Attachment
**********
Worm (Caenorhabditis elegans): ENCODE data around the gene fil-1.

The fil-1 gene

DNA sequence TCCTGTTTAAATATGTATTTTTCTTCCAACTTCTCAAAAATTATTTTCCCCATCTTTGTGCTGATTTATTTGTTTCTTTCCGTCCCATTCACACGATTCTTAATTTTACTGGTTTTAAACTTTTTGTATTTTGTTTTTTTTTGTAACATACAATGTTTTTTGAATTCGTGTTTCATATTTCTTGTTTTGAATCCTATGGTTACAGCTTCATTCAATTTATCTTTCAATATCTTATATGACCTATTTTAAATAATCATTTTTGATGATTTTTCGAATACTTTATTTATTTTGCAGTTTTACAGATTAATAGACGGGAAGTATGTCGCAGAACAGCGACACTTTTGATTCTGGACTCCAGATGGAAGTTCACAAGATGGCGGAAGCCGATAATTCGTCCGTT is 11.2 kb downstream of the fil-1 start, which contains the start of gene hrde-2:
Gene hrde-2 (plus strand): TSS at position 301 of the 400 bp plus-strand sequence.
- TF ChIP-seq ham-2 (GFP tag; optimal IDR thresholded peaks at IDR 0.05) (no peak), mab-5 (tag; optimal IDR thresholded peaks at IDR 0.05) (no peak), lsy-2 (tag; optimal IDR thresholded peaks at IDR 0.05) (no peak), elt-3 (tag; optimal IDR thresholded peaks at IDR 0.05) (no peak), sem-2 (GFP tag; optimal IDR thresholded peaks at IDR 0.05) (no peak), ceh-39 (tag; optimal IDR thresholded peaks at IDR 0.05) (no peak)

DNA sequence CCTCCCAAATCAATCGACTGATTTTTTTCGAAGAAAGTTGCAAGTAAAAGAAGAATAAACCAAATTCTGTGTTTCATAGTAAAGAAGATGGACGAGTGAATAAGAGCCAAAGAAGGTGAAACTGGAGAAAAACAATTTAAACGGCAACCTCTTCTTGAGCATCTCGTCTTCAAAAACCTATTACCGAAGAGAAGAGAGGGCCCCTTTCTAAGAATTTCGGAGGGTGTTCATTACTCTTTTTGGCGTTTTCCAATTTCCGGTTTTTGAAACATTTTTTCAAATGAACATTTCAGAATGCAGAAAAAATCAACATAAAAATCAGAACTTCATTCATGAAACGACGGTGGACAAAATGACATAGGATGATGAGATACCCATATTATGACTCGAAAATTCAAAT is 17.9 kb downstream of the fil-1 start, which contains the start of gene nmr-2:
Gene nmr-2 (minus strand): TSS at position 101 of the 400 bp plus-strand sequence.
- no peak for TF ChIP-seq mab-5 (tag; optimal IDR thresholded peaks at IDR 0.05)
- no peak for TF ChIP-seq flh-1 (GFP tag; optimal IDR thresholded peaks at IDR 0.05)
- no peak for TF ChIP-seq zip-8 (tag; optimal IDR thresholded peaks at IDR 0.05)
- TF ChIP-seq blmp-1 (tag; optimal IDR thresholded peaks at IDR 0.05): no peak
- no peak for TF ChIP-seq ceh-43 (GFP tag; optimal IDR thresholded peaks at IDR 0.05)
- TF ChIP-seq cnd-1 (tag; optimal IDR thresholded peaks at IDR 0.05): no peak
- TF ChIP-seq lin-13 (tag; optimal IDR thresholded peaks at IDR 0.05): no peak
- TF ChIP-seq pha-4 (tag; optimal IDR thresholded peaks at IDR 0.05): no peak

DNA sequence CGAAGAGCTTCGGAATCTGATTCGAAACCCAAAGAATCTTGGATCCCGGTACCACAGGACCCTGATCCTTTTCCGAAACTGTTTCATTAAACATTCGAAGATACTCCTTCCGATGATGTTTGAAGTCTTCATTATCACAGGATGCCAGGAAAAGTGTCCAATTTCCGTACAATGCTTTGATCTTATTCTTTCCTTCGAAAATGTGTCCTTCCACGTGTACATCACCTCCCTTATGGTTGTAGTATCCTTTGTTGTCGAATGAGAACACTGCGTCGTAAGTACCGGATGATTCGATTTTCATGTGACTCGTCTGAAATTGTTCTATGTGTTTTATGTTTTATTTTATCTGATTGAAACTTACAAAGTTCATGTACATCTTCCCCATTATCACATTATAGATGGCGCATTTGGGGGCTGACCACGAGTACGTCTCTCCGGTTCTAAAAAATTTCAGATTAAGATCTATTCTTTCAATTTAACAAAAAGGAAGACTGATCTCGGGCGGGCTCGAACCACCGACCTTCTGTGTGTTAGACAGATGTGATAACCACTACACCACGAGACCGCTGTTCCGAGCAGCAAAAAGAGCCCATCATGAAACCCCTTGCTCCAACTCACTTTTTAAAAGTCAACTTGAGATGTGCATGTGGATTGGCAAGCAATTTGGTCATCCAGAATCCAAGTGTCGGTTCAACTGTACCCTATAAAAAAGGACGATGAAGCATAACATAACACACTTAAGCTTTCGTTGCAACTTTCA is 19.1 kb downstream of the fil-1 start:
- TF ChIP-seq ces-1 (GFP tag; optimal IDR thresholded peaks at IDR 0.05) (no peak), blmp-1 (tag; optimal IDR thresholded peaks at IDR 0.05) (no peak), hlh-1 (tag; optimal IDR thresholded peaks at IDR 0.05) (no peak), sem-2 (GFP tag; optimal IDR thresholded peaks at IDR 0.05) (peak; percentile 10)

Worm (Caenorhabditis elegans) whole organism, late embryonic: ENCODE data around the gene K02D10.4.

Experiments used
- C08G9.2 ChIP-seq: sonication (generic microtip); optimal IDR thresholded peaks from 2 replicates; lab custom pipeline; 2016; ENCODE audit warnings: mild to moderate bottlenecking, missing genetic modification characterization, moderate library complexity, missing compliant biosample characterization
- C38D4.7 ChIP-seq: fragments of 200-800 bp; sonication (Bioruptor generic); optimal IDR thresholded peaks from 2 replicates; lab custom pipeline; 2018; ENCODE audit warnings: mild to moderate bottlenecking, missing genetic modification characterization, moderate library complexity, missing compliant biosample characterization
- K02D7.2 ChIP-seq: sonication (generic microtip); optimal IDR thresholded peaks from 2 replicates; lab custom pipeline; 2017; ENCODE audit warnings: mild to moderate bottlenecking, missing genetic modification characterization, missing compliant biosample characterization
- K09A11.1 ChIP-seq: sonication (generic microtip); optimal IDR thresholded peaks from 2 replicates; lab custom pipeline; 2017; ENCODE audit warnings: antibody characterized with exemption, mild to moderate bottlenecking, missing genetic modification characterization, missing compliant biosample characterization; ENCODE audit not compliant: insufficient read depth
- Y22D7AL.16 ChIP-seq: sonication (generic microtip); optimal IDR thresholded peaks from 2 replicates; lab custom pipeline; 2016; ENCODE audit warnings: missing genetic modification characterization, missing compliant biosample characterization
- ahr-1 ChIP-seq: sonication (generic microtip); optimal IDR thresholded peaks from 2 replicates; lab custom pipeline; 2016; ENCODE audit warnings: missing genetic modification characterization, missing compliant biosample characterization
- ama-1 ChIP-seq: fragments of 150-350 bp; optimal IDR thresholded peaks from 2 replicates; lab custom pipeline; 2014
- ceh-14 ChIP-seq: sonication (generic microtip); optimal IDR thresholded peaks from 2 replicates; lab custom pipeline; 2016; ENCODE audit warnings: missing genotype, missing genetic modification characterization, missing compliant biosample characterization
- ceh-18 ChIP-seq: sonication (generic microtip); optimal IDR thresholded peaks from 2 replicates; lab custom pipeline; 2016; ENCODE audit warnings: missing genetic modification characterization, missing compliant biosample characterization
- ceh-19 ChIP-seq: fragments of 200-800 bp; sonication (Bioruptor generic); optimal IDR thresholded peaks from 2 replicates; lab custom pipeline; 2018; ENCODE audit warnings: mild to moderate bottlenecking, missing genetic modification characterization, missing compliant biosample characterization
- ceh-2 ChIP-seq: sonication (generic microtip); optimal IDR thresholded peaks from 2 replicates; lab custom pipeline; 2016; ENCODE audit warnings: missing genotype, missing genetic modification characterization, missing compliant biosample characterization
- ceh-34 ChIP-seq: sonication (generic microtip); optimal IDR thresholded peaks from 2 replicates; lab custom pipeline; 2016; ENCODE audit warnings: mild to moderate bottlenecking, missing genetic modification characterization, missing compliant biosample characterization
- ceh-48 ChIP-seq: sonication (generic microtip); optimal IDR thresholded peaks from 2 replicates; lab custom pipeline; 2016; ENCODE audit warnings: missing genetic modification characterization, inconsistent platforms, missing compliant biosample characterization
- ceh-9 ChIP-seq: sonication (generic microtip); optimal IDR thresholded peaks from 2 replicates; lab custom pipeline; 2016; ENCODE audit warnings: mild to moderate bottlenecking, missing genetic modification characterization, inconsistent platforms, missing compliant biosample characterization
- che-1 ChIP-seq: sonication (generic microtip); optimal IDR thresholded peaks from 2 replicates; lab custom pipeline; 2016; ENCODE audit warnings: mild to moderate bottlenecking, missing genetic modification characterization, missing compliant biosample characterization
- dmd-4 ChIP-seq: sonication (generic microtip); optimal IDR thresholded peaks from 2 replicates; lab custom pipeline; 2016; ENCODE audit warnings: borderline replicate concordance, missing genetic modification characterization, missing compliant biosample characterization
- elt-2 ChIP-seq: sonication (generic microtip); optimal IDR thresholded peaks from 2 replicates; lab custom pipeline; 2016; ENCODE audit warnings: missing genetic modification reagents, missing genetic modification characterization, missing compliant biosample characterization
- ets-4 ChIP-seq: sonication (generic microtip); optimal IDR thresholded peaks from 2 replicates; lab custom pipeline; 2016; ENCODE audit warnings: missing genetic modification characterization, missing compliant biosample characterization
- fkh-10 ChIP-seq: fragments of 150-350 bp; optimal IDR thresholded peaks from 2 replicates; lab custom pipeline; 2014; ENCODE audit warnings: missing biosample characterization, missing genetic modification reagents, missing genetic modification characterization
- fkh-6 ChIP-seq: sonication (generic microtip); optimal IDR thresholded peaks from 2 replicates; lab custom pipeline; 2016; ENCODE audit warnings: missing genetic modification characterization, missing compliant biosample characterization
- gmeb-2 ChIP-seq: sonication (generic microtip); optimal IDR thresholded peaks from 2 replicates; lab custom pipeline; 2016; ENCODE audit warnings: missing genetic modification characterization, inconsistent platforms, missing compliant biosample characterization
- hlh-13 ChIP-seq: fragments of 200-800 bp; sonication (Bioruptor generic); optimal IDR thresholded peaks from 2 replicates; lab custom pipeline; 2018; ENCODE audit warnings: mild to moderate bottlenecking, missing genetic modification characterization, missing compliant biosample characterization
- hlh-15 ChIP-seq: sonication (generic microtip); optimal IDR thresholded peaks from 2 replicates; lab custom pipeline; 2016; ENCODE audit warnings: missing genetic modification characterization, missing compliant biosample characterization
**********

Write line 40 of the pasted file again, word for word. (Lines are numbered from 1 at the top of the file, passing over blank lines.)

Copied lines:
- gmeb-2 ChIP-seq: sonication (generic microtip); optimal IDR thresholded peaks from 2 replicates; lab custom pipeline; 2016; ENCODE audit warnings: missing genetic modification characterization, inconsistent platforms, missing compliant biosample characterization